Having eaten my bodyweight in hot cross buns while lazing through the recent school holidays ordering in and eating out, I was interested to read that fewer and fewer of us are actually doing any cooking at home.

A recent report revealed just 50 per cent of Kiwis cook at home daily.

This study was of course commissioned by the country's newest kitchen, Uber Eats.
But it found that cooking at home, sourcing and preparing meals, that's the domain of the older generation and I'm not surprised by that statistics.


Look around the next time you're in any café, the bulk of the patrons are young people.

Our teenagers, in spite of how much food you may have in the fridge, will opt to eat out over making a sandwich at home any day of the week.

I regularly ask them why they'd rather spend their money at Subway on a sandwich than make one at home for free.

Kate Hawkesby says her teens will spend their money at Subway on a sandwich rather than making one at home for free. Photo / file
Kate Hawkesby says her teens will spend their money at Subway on a sandwich rather than making one at home for free. Photo / file

I'm yet to get an answer beyond an eye roll, but my bet is laziness and convenience.

But even for those of us who're old enough to know better, those of us who grew up with homemade meals when there wasn't such a proliferation of café culture, even we outsource these days.

If it's not Uber eats, it's a food bag company delivering us the ingredients to assemble and throw in the oven.

Why? Are we too lazy? Too busy? Do we no longer care about the sanctity and value of homemade family meal times?

Getting everyone round the family dinner table is hard yards. People work different hours, kids have sport or work, when they're little they might be eating much earlier than you.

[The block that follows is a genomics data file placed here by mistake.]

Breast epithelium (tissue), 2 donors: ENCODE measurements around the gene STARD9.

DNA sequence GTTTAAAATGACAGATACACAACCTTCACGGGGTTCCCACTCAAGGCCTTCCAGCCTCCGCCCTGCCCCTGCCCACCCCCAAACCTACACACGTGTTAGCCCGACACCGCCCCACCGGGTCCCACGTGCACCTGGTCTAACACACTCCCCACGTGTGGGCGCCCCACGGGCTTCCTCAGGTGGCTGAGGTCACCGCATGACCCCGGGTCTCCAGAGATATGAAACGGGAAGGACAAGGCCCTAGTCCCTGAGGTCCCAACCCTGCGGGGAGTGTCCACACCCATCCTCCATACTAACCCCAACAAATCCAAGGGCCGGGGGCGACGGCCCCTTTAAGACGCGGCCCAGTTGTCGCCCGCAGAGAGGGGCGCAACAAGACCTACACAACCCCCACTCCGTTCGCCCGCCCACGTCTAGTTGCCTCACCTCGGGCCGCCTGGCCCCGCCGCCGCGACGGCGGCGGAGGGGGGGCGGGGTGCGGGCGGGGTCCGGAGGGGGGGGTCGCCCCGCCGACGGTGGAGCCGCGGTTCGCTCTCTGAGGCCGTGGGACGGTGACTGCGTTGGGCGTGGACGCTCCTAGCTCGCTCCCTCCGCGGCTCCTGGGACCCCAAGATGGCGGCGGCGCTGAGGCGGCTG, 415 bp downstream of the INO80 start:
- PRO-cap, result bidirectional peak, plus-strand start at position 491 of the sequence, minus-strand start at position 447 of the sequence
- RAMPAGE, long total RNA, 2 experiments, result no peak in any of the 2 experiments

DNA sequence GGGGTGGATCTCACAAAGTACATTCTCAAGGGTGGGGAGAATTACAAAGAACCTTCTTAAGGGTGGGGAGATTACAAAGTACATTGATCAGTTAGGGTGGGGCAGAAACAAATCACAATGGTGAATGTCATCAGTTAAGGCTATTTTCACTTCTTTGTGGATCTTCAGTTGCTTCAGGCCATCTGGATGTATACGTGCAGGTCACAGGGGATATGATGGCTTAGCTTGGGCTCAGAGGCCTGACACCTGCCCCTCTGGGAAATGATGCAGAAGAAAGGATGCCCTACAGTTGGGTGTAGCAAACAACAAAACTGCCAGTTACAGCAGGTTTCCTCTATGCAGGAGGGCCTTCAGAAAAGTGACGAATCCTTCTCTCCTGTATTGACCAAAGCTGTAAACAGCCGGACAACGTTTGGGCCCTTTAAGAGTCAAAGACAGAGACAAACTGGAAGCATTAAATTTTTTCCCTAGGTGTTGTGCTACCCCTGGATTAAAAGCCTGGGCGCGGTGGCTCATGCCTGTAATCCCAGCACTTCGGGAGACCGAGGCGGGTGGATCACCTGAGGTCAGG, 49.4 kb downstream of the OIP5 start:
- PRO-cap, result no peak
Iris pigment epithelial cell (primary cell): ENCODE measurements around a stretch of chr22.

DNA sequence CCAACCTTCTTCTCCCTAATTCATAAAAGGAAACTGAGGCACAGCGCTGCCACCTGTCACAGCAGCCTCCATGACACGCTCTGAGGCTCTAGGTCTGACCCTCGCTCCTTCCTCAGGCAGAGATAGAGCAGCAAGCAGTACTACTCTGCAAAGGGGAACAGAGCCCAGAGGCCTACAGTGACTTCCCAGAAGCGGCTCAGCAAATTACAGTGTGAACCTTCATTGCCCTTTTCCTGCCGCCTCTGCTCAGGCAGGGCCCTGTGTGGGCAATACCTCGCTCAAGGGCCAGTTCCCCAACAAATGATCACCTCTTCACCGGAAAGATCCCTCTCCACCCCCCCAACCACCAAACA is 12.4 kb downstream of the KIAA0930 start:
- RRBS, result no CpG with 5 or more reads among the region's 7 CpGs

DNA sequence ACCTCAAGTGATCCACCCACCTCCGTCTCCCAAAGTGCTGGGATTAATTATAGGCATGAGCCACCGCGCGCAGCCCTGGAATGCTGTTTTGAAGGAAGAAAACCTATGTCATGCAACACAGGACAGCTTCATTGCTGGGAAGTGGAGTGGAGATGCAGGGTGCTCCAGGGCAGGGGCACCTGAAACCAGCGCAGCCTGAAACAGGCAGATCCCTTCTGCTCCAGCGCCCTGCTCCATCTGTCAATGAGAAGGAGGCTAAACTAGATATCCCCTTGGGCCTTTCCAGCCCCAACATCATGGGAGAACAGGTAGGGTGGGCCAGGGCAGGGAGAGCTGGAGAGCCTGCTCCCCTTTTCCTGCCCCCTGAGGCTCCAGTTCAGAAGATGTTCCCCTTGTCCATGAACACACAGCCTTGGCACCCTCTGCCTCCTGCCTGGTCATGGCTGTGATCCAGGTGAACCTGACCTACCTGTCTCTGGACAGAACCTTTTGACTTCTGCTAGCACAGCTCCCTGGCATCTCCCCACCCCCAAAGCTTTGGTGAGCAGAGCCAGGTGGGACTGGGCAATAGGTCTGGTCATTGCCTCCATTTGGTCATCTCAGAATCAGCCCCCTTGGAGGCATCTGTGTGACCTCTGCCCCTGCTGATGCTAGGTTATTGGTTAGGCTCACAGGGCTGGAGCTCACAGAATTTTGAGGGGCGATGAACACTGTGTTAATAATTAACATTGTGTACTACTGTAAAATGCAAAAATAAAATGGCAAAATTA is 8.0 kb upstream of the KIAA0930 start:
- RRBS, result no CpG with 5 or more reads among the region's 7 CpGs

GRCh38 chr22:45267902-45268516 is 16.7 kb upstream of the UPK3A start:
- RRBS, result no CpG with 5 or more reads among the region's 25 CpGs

According to Uber's survey, 29 per cent of us get takeaways weekly, 15 per cent of us go out to a restaurant weekly.

We're maybe not as bad as New York - friends who live there say it's very common to find apartments with no kitchens.

Literally no kitchen, at all.

But most modern homes here these days no longer have a separate dining room.
Even the kitchen table is being replaced by counter bar stool dining.

According to Uber, "70 per cent of New Zealanders eat dinner in front of the TV at least once a week, 35 per cent do so regularly."

So sometimes the dining place is no table at all just the couch.

Fifty per cent of us said convenience was a top priority.
So is it because we're working longer hours, and it is just too easy to tap an app and have it delivered?

And that's before we even get to the role of social media in all of this.

Food porn has become so huge online that kids are having their appetites whet every time they scroll past a fancy eggs bene or an avocado smash.

So can we be enticed back into the kitchen to prepare every meal from scratch?

I'd like to think so but for younger generations I wonder if cheap and convenient cafe dining is just all too easy.